San Francisco Chronicle's Scores

For 1,657 reviews, this publication has graded:
  • 52% higher than the average critic
  • 3% same as the average critic
  • 45% lower than the average critic
On average, this publication grades 2.3 points lower than other critics. (0-100 point scale)
Average TV Show review score: 65
Highest review score: 100 Swarm: Season 1
Lowest review score: 0 Fear Factor: Season 1
Score distribution:
  1. Mixed: 0 out of 930
  2. Negative: 0 out of 930
930 tv reviews
  1. Schwarzenegger is fine. .... He’s familiar, and it’s nice to see him — at least to the extent that it’s nice to see anybody in a fairly awful TV show.
    • 72 Metascore
    • 50 Critic Score
    It does a lot of things right in the first season, and lays considerable groundwork for deeper character dives and plot expansion in the future. But it’d be daft to think Disney would be able to capture the Asian American experience in a way that pleases everyone, everywhere, all at once.
  2. While there’s some thematic padding and unavoidable repetition in the imagery, tedium isn’t an issue. Yost and the actors always seem aware of how living in this place affects the ways its denizens think. That, along with increasingly gnarly riddles and relationships, keeps the show engaging.
    • 76 Metascore
    • 75 Critic Score
    She [Shonda Rhimes] has written a story that uncannily echoes the current-day cruelties and outrages of the British Royals, a subtext valentine to Prince Harry and Meghan Markle. She writes libidinous episodes that manage to make monogamy seem adorable. She makes us cry in the end.
  3. Not all the episodes of “Bupkis” are of equal quality, but none are bad. Episode 1 is a homerun — if you don’t like it, go no further. The weakest is probably Episode 8, which concentrates on Davidson’s effort to get off drugs.
    • 47 Metascore
    • 50 Critic Score
    It’s Gabriel Byrne’s “In Therapy” meets “Law and Order: Special Bad-Girlfriends Unit.” On such soap-operatic terms, the series is entertaining. ... Whenever the TV producers throw a bone to the original film script, I found myself begging them to quit. Their contempt for the original material shows in their dull nods to the listless sex scenes and a sad rabbit cameo.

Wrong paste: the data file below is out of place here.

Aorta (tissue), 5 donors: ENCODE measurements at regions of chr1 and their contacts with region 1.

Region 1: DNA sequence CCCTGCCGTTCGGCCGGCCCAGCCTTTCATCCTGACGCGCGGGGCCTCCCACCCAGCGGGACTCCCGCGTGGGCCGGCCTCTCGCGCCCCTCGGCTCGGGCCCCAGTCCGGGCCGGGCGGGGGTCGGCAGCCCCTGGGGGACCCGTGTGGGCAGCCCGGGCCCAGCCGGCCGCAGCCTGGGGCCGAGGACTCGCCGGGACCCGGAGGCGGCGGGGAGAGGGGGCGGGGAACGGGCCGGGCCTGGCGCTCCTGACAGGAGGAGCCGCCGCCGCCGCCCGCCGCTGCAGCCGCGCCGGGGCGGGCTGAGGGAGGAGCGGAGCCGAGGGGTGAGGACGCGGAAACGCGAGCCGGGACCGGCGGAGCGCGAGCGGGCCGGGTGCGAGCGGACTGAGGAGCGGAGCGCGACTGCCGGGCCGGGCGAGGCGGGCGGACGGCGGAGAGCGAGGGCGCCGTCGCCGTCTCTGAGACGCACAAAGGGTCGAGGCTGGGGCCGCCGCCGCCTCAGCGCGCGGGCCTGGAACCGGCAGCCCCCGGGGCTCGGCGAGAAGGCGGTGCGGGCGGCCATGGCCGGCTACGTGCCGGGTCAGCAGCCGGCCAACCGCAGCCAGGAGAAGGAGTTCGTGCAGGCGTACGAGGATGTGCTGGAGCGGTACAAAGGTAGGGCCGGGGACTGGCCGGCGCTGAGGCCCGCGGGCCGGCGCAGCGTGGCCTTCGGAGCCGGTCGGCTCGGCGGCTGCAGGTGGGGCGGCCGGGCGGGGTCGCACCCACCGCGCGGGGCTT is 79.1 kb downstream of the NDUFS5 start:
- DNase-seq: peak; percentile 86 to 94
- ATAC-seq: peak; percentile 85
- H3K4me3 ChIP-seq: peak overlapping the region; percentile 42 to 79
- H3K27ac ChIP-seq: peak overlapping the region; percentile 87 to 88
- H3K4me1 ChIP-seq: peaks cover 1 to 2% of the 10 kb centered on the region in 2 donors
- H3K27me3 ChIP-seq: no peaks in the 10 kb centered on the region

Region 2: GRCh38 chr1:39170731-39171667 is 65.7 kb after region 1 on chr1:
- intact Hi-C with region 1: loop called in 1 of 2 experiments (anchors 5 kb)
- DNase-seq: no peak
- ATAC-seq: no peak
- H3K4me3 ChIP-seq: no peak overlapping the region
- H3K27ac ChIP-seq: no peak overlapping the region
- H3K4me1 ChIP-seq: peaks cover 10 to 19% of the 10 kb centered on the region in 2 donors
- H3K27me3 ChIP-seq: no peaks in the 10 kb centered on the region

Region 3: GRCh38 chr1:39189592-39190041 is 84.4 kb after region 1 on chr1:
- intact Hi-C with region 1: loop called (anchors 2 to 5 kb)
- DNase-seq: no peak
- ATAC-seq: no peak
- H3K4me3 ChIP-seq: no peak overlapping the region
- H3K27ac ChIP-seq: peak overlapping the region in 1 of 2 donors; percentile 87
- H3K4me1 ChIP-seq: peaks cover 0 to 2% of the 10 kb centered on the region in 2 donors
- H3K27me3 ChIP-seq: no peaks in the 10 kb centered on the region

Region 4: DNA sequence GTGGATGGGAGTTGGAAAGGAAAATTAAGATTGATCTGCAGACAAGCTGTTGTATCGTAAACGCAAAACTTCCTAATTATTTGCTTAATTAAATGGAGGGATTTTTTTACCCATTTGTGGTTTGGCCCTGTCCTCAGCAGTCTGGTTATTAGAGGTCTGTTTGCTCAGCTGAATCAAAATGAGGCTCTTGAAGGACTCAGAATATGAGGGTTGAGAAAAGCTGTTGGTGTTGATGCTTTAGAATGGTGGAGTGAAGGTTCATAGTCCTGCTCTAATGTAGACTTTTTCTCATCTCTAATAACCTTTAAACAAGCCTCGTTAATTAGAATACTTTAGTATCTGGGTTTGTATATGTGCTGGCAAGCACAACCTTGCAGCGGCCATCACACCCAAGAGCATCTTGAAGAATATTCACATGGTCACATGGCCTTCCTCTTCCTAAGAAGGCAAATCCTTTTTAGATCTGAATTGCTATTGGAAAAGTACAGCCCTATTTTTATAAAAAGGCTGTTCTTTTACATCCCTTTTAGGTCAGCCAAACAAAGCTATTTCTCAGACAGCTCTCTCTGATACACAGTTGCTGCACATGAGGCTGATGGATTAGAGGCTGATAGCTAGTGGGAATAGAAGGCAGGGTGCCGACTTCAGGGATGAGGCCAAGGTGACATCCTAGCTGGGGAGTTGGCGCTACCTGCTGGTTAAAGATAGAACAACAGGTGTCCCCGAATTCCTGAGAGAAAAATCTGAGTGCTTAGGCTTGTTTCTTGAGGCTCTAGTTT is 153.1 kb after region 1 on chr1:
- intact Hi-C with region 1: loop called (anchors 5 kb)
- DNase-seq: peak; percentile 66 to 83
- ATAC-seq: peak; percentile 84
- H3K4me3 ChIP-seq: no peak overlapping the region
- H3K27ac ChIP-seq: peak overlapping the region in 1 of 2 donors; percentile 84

4. A sleek, glossy spy thriller that grabs the audience immediately and never loosens its grip. It’s a collection of spy movie cliches, but with all of them shined up and refurbished so that they seem almost fresh.
    • 79 Metascore
    • 25 Critic Score
    DOA. Despite the maternity ward screaming and cursing and blood on the aprons, the cocaine-whiffing and lesbian-contrived-kissing, the series is … boring. It’s an off-putting story— not on the documentary level, but on the dramaturgical.
  5. Intertwining the dueling demands of idealism and pragmatism with the equally pressing interpersonal dynamics that inevitably shape realpolitik outcomes. It makes for a rich stew of international intrigue and rolled-up-sleeves diplomatic finagling, all held together by a talented ensemble.
  6. Won’t add up to a satisfying whole for everyone, but fans of Laura Dave’s bestselling source novel ought to be pleased.
    • 86 Metascore
    • 50 Critic Score
    What makes “Beef” compellingly watchable is the crackling chemistry between Wong and Yeun. ... For the most part, the heavy absurdity in “Beef” works, but there are a few off notes. ... Its use of this weapon feels painful when considering the deadly toll of gun violence in the United States, especially after the Monterey Park killings shattered Asian American communities so recently. I also took issue with the series’ casting of millionaire graffiti artist David Choe as Isaac, Danny’s volatile, villainous cousin.
  7. “Dear Sugar’s” unique advice takes a turn toward conventional life lessons near the end, and the sentimentality is a letdown. But thanks to Hahn and Pidgeon, and a whole load of great writing, “Tiny Beautiful Things” is for the most part a hard, faceted jewel of a TV show.
  8. It’s just the right length. Six, not eight or 10, half-hour episodes that breeze by quickly, all packed with fun. And even though it’s busy and filled with eye-candy and distractions, the series never loses sight of the central relationship. Strong and Key play their roles with just the right blend of absurdity and bemused observance.
    • 71 Metascore
    • 50 Critic Score